Tattoo traditions leave a mark

INKED UP: Tattoo artist and organiser of this weekend's Auckland Tattooing Convention, Pip Russell, says New Zealand's tattooing culture has changed a lot since the first convention 12 years ago.
Jason Oxenham
INKED UP: Tattoo artist and organiser of this weekend's Auckland Tattooing Convention, Pip Russell, says New Zealand's tattooing culture has changed a lot since the first convention 12 years ago.

Tattooing traditions from around the world will come together this weekend for the fifth annual Auckland Tattooing Convention.

Pip Russell, tattoo artist and event director, says a lot has changed in the tattooing industry since the convention was first launched 12 years ago.

One of the biggest changes has been the resurgence of traditional Maori (ta moko) and Pacific (tatau) tattooing, which the convention, presented by the Ta Moko Tatau Tattoo Trust, has helped to drive.

"When we launched the convention in 1999, the customary Polynesian tattoo techniques were still underground.

"There were very few ta moko and tatau artists working in New Zealand," says Ms Russell.

"We brought the best of those artists together, along with their counterparts in western tattooing, and we showed New Zealand what amazing traditional art was like.

"For most people, it was the first time they had seen ta moko and tatau done properly. Ta moko and tatau have enjoyed a huge revival since then, and we're really proud that the convention has helped with that."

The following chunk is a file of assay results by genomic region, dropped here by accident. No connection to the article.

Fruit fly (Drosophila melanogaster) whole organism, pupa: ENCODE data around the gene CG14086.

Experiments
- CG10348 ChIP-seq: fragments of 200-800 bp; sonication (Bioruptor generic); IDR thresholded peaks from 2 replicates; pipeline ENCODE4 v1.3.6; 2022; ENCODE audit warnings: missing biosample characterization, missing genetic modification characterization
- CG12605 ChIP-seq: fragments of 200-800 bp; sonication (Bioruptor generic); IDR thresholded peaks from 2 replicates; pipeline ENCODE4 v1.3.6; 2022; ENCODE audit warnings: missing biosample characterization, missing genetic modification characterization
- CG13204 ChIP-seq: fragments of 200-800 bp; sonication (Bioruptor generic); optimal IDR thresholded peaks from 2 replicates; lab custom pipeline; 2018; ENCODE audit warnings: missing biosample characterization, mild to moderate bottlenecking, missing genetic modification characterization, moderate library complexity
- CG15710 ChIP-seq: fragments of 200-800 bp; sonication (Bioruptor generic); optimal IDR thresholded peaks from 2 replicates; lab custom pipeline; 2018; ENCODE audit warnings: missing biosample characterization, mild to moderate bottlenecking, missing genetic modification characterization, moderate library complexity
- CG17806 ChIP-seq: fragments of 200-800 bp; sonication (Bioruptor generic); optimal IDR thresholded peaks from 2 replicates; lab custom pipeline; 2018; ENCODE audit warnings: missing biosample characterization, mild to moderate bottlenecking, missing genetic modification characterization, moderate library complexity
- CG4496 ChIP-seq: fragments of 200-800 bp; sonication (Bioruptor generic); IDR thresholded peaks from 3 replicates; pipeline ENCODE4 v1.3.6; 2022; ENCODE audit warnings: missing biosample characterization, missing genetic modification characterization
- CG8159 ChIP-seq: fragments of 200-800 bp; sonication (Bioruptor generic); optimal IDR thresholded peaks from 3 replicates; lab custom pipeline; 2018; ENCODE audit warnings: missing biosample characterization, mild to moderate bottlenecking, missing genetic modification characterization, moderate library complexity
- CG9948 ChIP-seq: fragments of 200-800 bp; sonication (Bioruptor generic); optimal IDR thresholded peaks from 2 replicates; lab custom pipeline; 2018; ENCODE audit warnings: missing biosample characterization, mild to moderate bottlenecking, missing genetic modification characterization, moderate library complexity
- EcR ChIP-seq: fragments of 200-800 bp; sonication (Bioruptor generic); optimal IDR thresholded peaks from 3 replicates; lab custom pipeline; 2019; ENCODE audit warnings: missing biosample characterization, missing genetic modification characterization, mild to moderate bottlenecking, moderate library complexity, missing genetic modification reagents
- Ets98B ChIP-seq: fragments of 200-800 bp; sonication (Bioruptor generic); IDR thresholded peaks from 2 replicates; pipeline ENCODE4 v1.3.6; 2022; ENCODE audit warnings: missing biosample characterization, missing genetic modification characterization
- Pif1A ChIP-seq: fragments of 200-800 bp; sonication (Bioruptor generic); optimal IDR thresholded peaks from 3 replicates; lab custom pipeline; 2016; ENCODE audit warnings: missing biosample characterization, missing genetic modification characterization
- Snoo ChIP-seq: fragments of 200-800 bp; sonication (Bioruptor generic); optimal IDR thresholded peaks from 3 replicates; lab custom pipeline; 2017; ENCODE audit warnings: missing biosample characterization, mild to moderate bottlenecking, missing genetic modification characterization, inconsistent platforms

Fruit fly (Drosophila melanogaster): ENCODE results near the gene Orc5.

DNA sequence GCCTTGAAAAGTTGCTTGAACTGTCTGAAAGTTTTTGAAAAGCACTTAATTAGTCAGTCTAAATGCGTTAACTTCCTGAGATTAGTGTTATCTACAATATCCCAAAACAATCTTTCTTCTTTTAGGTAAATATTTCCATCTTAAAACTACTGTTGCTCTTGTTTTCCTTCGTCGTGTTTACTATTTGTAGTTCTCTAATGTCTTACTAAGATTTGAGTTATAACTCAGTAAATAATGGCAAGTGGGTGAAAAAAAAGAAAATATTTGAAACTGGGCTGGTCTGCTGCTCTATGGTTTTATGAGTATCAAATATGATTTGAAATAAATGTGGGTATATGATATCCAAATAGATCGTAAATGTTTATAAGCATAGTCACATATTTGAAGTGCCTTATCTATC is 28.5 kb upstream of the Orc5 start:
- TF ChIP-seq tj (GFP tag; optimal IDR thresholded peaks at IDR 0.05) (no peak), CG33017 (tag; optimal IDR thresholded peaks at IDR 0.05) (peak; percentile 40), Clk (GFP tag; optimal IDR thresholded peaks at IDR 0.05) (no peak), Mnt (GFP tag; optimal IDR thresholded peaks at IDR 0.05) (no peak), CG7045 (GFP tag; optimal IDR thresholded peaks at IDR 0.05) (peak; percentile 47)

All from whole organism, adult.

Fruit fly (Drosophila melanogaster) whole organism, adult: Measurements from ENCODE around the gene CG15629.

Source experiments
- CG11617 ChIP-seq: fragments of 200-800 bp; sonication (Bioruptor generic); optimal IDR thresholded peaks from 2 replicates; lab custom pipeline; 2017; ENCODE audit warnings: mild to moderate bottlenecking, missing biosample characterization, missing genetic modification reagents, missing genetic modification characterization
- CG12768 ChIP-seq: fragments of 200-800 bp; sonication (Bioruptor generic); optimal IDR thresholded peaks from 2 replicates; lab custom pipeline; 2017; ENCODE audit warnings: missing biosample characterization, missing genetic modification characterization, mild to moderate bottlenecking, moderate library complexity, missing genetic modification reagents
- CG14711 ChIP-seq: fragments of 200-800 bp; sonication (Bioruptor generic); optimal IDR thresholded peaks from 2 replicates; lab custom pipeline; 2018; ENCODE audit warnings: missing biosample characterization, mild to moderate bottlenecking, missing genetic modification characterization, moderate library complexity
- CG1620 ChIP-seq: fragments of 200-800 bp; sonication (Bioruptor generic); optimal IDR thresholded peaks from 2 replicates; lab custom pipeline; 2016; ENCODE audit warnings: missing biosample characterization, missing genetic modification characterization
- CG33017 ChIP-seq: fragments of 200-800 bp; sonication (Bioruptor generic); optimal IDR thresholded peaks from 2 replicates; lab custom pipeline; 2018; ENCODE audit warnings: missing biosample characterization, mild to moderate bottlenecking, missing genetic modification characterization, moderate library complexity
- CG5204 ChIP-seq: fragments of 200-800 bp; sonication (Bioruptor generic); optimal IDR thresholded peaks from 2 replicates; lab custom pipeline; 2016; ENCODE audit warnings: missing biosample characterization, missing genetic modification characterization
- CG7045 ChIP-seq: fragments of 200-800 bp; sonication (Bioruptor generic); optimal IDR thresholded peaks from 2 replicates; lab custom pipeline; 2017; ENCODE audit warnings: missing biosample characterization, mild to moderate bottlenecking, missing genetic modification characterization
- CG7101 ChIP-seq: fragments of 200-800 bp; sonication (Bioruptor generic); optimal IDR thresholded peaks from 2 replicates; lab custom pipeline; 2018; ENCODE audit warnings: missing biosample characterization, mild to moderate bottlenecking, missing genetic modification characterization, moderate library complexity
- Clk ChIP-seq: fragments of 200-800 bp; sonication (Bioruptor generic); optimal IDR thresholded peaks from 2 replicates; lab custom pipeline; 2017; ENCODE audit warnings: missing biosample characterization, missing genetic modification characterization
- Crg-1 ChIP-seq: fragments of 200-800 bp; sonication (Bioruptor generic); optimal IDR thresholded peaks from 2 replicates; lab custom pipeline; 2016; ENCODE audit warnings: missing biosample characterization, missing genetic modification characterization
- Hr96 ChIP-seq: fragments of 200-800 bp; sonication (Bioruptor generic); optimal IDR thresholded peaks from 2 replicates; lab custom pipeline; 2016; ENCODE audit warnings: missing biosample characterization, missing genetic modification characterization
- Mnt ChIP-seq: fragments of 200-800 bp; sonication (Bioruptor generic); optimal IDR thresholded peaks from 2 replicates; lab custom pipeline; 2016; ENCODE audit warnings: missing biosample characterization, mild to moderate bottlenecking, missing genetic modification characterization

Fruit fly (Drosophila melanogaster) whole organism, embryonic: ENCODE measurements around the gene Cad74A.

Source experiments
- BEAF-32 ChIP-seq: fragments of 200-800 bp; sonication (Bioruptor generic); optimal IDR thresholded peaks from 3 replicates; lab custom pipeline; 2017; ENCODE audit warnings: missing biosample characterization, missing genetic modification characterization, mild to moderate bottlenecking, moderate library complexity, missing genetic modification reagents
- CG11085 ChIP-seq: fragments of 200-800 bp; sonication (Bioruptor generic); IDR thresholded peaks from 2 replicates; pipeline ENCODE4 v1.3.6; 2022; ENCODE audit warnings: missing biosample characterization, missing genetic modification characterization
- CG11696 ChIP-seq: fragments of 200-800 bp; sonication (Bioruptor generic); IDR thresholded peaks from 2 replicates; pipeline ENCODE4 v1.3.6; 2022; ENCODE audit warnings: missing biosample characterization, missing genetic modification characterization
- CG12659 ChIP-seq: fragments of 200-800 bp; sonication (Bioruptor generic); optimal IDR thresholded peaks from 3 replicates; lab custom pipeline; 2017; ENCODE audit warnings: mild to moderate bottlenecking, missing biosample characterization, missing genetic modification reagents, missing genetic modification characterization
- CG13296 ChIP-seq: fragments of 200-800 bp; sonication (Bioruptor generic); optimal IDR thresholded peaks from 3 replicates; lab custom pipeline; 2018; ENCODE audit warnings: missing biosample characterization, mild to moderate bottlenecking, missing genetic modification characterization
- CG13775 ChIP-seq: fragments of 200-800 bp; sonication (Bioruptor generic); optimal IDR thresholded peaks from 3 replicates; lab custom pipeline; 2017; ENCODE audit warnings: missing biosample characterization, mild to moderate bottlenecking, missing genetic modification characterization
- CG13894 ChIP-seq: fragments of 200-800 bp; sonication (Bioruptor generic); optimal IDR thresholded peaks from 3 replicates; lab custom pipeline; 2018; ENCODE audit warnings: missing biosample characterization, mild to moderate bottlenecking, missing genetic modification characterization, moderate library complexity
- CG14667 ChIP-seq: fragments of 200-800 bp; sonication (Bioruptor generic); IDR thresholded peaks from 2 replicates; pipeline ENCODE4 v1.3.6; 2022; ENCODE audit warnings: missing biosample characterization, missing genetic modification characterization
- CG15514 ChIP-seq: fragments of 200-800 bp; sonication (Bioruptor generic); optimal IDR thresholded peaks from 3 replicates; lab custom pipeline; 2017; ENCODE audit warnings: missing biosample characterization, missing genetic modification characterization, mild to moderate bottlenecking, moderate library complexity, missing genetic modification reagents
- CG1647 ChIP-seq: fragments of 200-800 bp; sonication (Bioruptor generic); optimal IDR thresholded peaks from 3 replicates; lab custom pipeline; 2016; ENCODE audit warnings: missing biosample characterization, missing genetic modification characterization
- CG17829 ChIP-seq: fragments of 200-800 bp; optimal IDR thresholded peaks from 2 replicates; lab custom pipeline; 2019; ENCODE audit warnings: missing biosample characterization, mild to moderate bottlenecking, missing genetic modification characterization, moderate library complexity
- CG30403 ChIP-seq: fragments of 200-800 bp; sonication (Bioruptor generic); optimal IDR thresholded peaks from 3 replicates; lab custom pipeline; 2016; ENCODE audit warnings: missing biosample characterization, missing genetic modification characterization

The convention will feature ta moko and tatau tattooing being done with hand tools as well as other traditional and modern styles from around the world being done by well-known tattoo artists including Lucky Diamond Rich, the world's most tattooed man.

Moving into the world of tattooing in 2000 was a natural progression for Ms Russell, who had already spent years designing tattoo patterns for her clothing label.

Since then tattoos have become much more acceptable to have, she says.

"Because its becoming more mainstream, people are looking past the stigma and seeing it as doing something for yourself.

"It's self adornment just like buying a new pair of shoes."

Movement towards people wanting to have tattoos with meaning has seen an increase in the number of cultural based tattoos requested at the Balmoral studio Ms Russell manages.

"All tattoos have meaning though – even if its a skull and cross bones it means something to the person that got it," Ms Russell says.

Ms Russell is also seeing a much wider range of cultures getting tattoos than when she first started.

"In China it's totally taboo to have a tattoo, but they're really getting into it."

The Auckland Tattooing Convention is at the ASB Showgrounds, Greenlane on Saturday from 10am to 9pm and Sunday from 10am to 8pm and is open to all ages.

Visit www.aucklandtattoocon.co.nz for more information.

Central Leader